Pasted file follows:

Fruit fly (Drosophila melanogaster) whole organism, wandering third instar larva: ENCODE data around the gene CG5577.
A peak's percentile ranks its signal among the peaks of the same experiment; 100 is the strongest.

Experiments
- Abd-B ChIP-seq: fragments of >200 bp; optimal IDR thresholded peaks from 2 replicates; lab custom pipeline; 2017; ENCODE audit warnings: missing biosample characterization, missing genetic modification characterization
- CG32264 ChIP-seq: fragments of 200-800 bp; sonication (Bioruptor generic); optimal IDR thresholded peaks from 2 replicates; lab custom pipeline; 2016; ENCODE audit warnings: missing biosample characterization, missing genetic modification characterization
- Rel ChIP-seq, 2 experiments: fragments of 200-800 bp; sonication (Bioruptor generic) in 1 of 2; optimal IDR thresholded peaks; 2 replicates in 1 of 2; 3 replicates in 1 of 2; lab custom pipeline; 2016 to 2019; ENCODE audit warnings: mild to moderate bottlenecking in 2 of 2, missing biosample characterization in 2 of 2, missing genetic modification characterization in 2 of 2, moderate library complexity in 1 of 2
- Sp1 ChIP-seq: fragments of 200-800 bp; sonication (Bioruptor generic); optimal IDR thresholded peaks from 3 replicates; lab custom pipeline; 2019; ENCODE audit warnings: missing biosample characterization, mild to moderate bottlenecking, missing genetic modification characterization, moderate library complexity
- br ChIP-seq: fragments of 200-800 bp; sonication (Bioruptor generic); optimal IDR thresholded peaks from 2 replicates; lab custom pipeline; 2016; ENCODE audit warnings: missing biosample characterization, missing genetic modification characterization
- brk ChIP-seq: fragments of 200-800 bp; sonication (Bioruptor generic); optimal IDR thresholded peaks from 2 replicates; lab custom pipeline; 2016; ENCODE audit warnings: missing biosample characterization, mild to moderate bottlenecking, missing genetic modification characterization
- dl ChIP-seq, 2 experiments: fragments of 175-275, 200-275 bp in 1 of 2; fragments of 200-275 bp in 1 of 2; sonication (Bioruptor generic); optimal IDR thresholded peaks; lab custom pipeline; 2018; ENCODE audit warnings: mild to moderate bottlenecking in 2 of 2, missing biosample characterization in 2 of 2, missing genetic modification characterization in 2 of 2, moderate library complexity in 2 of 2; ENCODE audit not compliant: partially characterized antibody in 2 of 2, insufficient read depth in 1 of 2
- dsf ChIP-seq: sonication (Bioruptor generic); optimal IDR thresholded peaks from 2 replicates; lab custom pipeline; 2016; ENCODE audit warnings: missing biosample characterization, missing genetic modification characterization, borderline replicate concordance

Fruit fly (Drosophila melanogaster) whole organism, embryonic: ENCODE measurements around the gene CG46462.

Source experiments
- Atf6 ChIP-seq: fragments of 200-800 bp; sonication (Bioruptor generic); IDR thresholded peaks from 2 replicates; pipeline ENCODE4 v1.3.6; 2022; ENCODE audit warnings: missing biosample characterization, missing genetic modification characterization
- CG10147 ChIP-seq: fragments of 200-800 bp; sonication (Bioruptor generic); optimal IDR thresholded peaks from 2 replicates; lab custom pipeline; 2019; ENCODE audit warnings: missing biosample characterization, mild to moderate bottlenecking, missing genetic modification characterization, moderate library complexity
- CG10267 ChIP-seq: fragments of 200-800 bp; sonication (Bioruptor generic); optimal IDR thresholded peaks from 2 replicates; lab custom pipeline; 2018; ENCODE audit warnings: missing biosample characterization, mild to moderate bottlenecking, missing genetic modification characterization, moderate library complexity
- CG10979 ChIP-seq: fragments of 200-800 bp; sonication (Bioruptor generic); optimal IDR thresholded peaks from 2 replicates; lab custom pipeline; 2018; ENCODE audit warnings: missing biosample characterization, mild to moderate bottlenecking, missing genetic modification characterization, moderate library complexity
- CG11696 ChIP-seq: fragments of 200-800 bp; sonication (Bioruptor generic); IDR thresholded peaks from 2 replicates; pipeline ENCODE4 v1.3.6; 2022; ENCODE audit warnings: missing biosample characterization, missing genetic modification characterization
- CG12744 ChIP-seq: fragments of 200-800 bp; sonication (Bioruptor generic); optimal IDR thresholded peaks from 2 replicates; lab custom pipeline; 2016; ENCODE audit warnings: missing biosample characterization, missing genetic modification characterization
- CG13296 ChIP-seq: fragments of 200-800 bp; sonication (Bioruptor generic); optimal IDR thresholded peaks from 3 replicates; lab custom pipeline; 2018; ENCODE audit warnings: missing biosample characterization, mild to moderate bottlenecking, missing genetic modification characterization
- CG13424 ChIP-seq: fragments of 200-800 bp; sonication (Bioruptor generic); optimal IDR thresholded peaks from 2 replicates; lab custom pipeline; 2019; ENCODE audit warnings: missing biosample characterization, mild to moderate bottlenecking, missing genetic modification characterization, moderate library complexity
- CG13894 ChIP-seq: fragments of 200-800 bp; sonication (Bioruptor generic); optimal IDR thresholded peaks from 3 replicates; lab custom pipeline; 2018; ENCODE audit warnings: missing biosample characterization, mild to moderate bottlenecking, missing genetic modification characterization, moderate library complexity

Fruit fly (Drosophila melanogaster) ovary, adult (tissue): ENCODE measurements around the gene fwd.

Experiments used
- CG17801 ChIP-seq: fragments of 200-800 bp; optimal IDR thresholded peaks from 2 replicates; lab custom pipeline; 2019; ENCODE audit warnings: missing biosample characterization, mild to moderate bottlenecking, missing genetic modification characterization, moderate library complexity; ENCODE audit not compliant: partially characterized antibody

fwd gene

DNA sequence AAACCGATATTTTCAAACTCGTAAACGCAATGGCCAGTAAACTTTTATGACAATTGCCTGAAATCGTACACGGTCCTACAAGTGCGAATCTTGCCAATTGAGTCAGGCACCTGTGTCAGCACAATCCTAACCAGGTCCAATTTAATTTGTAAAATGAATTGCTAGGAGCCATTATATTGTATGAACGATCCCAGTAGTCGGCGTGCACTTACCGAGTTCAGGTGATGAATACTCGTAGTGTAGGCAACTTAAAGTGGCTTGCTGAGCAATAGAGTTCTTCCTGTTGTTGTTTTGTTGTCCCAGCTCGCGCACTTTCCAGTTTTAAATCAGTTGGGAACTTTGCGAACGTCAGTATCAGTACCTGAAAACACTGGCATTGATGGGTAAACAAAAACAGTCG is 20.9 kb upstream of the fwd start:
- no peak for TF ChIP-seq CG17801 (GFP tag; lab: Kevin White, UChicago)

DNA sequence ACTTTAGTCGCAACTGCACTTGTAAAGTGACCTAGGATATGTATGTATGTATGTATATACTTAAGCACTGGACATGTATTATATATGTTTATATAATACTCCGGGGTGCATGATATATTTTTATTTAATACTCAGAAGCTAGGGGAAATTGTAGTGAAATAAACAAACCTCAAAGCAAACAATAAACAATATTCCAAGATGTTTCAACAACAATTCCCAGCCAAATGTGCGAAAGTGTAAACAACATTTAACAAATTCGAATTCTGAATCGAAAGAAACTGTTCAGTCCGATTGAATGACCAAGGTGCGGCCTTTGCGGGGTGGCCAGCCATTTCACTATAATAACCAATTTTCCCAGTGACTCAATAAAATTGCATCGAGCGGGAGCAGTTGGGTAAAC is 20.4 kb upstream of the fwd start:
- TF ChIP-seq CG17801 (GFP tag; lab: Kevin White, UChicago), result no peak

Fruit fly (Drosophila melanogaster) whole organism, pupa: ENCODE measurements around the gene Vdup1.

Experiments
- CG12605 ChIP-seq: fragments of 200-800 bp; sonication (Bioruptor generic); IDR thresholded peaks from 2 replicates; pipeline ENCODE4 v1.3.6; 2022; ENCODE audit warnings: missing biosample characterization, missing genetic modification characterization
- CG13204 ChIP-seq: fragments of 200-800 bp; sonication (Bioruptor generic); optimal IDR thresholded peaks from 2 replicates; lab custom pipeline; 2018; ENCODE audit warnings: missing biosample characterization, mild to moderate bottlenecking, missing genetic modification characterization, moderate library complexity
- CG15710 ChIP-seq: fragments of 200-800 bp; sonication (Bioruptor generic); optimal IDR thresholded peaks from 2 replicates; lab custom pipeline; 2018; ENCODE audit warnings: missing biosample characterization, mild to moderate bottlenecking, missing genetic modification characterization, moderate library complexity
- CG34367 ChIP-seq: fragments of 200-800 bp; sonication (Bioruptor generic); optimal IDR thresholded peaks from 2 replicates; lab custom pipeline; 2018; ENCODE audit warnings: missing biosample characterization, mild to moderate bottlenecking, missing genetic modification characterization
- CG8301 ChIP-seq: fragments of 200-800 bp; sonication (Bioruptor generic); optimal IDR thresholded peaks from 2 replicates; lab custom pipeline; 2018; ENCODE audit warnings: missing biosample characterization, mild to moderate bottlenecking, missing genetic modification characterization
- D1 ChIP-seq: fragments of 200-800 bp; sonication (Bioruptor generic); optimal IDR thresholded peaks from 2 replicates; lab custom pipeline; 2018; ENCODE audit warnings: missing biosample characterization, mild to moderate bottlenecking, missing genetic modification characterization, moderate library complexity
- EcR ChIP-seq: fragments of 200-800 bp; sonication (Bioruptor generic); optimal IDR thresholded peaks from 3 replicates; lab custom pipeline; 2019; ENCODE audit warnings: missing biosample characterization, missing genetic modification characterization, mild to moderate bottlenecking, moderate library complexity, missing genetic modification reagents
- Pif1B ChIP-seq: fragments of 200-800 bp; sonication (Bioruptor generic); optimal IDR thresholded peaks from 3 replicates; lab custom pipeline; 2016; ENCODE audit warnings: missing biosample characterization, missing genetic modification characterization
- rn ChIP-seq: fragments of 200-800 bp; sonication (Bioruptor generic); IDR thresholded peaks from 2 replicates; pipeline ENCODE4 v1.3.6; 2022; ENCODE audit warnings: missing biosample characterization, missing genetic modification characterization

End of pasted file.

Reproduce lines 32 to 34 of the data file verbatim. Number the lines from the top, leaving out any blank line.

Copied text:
Experiments
- CG12605 ChIP-seq: fragments of 200-800 bp; sonication (Bioruptor generic); IDR thresholded peaks from 2 replicates; pipeline ENCODE4 v1.3.6; 2022; ENCODE audit warnings: missing biosample characterization, missing genetic modification characterization
- CG13204 ChIP-seq: fragments of 200-800 bp; sonication (Bioruptor generic); optimal IDR thresholded peaks from 2 replicates; lab custom pipeline; 2018; ENCODE audit warnings: missing biosample characterization, mild to moderate bottlenecking, missing genetic modification characterization, moderate library complexity